Impacts of invasive earthworms on carbon storage in southern boreal hardwood forests
Honours Bachelor of Science in Forestry
DisciplineNatural Resources Management
MetadataShow full item record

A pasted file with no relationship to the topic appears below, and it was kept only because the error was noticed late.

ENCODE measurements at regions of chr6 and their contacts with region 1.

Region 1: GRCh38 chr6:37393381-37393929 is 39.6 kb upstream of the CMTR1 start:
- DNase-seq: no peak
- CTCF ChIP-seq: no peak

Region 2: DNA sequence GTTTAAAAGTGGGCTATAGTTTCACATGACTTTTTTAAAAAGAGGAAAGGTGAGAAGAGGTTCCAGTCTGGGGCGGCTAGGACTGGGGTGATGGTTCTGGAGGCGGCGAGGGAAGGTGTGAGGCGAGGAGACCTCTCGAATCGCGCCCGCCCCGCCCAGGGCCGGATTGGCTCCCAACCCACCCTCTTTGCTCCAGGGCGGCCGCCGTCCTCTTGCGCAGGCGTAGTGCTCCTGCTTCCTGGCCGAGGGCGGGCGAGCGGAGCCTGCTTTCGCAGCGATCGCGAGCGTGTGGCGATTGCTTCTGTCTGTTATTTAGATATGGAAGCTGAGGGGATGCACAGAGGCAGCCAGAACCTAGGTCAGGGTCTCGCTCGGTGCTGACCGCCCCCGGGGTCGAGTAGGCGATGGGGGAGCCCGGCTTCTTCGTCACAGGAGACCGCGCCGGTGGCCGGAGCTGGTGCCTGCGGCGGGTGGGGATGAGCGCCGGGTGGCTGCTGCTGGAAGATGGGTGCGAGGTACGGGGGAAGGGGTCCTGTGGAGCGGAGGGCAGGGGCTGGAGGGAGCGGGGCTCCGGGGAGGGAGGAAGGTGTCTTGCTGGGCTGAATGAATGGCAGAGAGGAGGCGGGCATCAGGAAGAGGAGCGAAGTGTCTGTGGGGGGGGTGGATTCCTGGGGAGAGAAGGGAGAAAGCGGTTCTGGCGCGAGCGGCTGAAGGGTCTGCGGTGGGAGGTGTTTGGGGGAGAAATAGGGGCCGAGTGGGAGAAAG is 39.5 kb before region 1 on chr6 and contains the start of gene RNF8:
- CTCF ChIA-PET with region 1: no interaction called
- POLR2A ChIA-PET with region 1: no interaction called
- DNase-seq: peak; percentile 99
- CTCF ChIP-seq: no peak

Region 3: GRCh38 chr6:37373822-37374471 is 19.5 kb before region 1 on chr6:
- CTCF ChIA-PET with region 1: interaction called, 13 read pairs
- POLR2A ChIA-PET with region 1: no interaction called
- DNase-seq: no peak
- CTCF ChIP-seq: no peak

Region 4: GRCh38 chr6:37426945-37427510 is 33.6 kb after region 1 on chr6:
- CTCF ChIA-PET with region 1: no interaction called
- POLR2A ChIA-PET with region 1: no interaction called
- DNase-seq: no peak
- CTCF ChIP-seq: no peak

The introduction of invasive, non-native earthworms into forest ecosystems has increased as recreational, industrial, and commercial activities increase in northern Ontario. The presence of these ecosystem engineers in previously uninvaded ecosystems has resulted in significant changes in soil structure, vegetation communities and soil organic carbon. In this study, field activities gathered samples of earthworms and soil from five different sites in the Thunder Bay district. Lab analysis was then completed to determine the relationships between ash-free dry mass of earthworms, total organic carbon, soil texture, pH and understory species richness. Results indicated that the presence of earthworms in northern boreal hardwood forest ecosystems has led to significant decreases in carbon storage of approximately 7%. This reduction in soil carbon storage may result in an increased release of carbon emissions and the reduction of the efficacy of the boreal forest as a critical global carbon sink.